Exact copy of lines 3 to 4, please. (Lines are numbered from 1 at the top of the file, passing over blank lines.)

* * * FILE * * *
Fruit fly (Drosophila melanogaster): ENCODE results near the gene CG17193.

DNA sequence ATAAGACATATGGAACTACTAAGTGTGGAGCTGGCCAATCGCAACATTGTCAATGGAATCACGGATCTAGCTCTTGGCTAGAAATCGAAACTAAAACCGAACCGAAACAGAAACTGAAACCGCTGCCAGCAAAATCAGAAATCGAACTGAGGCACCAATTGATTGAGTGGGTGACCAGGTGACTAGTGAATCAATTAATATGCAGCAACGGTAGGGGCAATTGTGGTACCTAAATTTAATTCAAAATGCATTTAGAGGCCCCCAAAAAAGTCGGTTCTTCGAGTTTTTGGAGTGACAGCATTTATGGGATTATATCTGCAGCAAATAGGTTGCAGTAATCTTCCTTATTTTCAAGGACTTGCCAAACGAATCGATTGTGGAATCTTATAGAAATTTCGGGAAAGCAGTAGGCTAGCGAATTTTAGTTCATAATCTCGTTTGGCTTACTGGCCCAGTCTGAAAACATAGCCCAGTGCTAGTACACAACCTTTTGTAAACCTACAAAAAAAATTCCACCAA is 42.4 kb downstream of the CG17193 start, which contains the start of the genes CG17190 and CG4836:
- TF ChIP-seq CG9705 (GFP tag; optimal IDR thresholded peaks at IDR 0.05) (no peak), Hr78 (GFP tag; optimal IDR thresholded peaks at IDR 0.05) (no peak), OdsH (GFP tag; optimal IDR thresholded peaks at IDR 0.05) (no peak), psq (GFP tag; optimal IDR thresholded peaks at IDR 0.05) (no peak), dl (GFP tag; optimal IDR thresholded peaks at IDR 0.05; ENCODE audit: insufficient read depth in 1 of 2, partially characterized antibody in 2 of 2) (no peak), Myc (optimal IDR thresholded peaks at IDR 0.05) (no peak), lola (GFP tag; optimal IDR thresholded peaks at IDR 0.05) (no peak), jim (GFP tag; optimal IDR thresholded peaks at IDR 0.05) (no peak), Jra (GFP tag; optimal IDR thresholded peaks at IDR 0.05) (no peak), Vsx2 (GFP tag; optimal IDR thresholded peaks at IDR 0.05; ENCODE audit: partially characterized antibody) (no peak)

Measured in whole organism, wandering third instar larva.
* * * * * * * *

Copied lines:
- TF ChIP-seq CG9705 (GFP tag; optimal IDR thresholded peaks at IDR 0.05) (no peak), Hr78 (GFP tag; optimal IDR thresholded peaks at IDR 0.05) (no peak), OdsH (GFP tag; optimal IDR thresholded peaks at IDR 0.05) (no peak), psq (GFP tag; optimal IDR thresholded peaks at IDR 0.05) (no peak), dl (GFP tag; optimal IDR thresholded peaks at IDR 0.05; ENCODE audit: insufficient read depth in 1 of 2, partially characterized antibody in 2 of 2) (no peak), Myc (optimal IDR thresholded peaks at IDR 0.05) (no peak), lola (GFP tag; optimal IDR thresholded peaks at IDR 0.05) (no peak), jim (GFP tag; optimal IDR thresholded peaks at IDR 0.05) (no peak), Jra (GFP tag; optimal IDR thresholded peaks at IDR 0.05) (no peak), Vsx2 (GFP tag; optimal IDR thresholded peaks at IDR 0.05; ENCODE audit: partially characterized antibody) (no peak)

Measured in whole organism, wandering third instar larva.